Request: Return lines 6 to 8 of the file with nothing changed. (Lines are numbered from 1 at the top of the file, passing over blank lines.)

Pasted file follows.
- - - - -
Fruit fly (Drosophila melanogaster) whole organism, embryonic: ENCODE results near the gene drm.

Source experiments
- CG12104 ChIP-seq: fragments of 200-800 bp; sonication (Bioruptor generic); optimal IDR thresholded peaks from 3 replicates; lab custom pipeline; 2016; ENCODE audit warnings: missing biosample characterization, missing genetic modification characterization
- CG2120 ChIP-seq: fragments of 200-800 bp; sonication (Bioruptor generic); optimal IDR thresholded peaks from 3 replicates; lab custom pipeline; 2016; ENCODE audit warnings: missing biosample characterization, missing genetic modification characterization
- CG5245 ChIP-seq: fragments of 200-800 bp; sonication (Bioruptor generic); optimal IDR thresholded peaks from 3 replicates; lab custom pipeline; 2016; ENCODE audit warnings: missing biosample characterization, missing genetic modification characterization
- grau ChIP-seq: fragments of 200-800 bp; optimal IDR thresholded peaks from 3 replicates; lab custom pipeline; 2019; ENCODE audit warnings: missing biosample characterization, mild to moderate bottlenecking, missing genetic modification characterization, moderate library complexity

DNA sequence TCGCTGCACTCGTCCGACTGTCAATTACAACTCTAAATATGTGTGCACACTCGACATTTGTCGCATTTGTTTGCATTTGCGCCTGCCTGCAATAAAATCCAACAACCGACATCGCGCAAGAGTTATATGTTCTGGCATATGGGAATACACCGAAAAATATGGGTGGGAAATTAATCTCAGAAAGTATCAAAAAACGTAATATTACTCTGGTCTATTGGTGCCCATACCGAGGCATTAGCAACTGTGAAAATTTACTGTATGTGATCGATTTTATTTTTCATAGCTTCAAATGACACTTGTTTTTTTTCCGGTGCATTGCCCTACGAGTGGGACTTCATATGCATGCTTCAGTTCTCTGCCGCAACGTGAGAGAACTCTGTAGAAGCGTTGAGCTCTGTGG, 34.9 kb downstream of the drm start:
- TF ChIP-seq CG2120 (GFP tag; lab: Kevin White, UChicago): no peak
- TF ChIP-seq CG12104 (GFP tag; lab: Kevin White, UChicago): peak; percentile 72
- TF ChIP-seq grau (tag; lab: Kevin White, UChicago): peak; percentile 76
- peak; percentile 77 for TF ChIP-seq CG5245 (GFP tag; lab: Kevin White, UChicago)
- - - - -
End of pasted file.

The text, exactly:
- grau ChIP-seq: fragments of 200-800 bp; optimal IDR thresholded peaks from 3 replicates; lab custom pipeline; 2019; ENCODE audit warnings: missing biosample characterization, mild to moderate bottlenecking, missing genetic modification characterization, moderate library complexity

DNA sequence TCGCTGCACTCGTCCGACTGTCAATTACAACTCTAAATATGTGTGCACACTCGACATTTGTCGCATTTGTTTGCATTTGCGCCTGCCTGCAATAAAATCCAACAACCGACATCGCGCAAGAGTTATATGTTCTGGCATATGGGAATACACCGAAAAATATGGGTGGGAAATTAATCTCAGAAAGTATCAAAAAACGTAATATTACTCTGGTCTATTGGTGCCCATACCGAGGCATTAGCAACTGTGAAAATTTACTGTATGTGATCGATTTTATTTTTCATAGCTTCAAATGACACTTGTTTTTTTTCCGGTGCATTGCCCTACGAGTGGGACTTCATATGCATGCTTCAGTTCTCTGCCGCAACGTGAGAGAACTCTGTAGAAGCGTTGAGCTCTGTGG, 34.9 kb downstream of the drm start:
- TF ChIP-seq CG2120 (GFP tag; lab: Kevin White, UChicago): no peak